Local high school basketball teams wondered if the COVID-19 pandemic would erase another season. As for now, they have their chance to play.
EAST LANSING, Mich. – Nearly a year removed from seeing the end of their seasons cut short, Michigan high school basketball coaches, players and administrators began wondering if winter contact sports would ever start.
After the Michigan Department of Health and Human Services pushed the 2021 season back to Feb. 21, some student-athletes were left confused and frustrated.
"When I found out the first time our season was held back, I was disappointed, because I got my hopes up obviously," Skyy Lockhart, a Grand Ledge High School senior center, said. "I was really confused; I was like, ‘O.K., are we starting? Are we not?’ Then we were off…we finally got back in the gym – we were supposed to play, and then we never played.
“At that point, I was like, ‘O.K., this is the new thing – we act like we are going to play, and then we get held back’…that's how it was."
It was especially challenging for multiple seniors, Lockhart included, who have played basketball since elementary school and want nothing more than to be reunited with a sport they love.
Morgan Hetherington, a two-sport athlete and senior point guard at Grand Ledge, had her spring sport ripped away due to the coronavirus pandemic and was devastated when basketball received an additional postponement.
"That's the hardest part because I'm also a spring sport athlete, so last year, when my spring sport got canceled, I understood it a little more because COVID-19 was new,” Hetherington said. “…We see other states playing, and even though our rates aren't the highest, we still aren't playing. It makes me mad; it's my last season.
"I've been playing basketball since second grade, and I've been playing with the same group of girls, and we are always like 'our senior season' … We're going to go off, and it's going to be the best season … I'm not alone because all my friends that I've been playing with; they are seniors too and we're just sitting here like, 'What now?'…”
Heatherington continued, “It sucks, and it's really sad, because I've waited my whole life not just for my senior year, but my senior basketball season – it's supposed to be about the seniors, and now COVID has just taken over. It hasn't felt real at all. It hasn't felt like I've been playing basketball. It's draining."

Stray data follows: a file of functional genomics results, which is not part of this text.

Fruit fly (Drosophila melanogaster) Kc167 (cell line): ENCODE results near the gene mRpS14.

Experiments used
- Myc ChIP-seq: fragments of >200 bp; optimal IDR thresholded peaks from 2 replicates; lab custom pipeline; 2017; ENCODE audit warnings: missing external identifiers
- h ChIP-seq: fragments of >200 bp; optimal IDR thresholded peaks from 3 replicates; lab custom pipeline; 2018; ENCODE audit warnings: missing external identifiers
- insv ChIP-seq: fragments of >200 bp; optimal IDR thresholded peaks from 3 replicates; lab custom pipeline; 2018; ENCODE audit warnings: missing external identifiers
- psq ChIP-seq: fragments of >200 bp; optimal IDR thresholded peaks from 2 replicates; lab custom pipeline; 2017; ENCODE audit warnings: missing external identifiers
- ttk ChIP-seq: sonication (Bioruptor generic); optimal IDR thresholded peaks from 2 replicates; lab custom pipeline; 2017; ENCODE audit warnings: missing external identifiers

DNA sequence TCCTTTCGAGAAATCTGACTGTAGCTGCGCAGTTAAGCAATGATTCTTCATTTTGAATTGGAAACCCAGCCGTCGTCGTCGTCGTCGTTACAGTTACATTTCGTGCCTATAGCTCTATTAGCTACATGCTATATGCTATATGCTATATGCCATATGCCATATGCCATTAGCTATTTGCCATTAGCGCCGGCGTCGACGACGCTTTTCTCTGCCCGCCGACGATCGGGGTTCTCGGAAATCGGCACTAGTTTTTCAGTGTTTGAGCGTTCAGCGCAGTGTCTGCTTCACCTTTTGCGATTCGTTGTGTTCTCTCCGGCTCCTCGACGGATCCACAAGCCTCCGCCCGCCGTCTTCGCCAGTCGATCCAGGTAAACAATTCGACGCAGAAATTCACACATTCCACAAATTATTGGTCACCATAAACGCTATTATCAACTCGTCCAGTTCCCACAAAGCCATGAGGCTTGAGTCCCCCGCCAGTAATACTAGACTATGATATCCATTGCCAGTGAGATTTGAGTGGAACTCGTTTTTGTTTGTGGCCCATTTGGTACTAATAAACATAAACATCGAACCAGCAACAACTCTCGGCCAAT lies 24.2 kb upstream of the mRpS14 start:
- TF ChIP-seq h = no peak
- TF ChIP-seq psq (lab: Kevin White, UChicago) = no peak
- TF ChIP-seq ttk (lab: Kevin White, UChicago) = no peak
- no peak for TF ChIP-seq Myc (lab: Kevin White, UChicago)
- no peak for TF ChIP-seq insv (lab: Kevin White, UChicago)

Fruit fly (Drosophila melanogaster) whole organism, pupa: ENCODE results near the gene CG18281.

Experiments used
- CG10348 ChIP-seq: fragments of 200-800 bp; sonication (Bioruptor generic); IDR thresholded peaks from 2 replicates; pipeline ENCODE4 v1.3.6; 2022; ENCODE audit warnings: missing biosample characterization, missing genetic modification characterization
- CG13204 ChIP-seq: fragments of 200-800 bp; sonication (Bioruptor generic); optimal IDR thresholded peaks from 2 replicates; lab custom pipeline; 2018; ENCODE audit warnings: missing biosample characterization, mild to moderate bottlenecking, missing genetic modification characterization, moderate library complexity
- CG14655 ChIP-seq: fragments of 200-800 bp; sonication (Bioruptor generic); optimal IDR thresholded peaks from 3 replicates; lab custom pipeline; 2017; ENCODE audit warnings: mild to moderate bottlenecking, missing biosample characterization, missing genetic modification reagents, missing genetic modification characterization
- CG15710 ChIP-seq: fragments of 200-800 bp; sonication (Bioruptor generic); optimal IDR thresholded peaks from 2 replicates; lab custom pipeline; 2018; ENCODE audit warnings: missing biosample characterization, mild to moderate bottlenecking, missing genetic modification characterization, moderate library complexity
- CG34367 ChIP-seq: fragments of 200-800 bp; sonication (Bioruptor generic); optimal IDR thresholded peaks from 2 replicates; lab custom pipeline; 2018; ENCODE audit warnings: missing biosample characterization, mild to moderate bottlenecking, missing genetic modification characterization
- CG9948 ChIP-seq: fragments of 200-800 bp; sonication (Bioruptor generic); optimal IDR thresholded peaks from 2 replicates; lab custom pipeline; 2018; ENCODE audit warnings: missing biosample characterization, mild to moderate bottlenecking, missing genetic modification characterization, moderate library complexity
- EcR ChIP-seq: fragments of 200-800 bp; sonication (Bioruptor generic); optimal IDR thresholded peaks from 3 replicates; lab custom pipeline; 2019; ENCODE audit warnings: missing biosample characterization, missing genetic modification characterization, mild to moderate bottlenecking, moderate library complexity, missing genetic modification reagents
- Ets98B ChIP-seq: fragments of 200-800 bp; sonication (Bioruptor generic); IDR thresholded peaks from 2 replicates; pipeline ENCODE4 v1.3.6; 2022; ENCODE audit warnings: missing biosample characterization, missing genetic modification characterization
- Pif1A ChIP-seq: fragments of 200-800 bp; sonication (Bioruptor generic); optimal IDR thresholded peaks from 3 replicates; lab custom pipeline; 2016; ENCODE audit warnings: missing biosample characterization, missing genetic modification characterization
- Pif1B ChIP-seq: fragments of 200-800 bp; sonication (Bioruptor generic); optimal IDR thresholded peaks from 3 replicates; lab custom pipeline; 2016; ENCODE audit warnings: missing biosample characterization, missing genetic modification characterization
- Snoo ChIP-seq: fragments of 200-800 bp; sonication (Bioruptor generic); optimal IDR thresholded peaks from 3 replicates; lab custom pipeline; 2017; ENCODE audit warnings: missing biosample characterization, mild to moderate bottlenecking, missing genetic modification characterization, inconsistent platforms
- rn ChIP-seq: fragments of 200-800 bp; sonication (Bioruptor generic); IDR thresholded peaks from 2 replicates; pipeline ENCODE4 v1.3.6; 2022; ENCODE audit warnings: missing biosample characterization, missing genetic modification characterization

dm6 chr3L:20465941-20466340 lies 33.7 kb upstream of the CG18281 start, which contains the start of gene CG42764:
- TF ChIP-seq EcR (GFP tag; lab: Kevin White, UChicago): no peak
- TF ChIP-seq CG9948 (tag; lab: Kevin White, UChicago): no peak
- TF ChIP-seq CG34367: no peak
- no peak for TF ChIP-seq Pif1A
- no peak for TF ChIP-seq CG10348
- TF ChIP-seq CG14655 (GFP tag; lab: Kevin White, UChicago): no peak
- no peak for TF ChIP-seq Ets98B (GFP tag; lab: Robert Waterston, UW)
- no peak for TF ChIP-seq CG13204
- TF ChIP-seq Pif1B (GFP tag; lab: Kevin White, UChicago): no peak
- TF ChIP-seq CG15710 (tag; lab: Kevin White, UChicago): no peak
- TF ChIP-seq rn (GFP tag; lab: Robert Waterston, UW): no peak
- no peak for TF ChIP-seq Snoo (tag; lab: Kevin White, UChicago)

While a definite risk for COVID transmission remains, the rewards are significant for the youth who continue to be hit hard by the pandemic. There is a mental health component, which is hard to ignore.
There are lessons to be learned through sports, including teamwork, discipline, focus, honor, selflessness, battling adversity, and winning and losing.
Without athletics, they feel like they lost a part of themselves.
"It's tough… I think everyone understood in the beginning, and we could rationalize a lot with these kids with the pause around Christmas and Thanksgiving,” said Kacee Reid, Lansing Catholic varsity girls coach. "It was all understood, but at this point, I feel like the last extension of the restrictions have really deflated our team. They show up every day; they work their tails off; they have a good attitude, but you can absolutely see that they've lost a little something … As a coach, it's tough to just continually tell them it's going to happen."
When Michigan Gov. Gretchen Whitmer announced the return of four winter sports on Feb. 11 during a press conference, coaches and players rejoiced.
"It was almost too good to be true," said Travis Schellhammer, the Grand Ledge boys varsity coach. "These kids have been through so much … so many emotions and everything. So, to finally get that confirmation. I mean, everything gets leaked early, and kids are on Twitter and are seeing it, but to actually hear that come out of the governor's mouth – just Christmas morning, you know what I mean? I just kind of got goosebumps."
However, with games being postponed at the collegiate and professional levels, they realize now is not the time to relax – there is a lot of work to be done if these schools want to play all 18 games in six weeks.
There will be challenges.
Following COVID-19 protocols, monitoring their teams/players, and trusting their athletes to remain vigilant and safe when they exit the building are just a few.
Still, Reid, Schellhammer and Beth Perez, the Grand Ledge girls varsity coach, are up for it.
"It really doesn't change what we've been doing or what we've been saying as far as being smart; wearing the masks but also doing the things we need to do when we are not on the court," said Perez. "Keeping distance and following all those guidelines, trying to not just get a start, but make sure that we are able to see it through and actually finish this season too."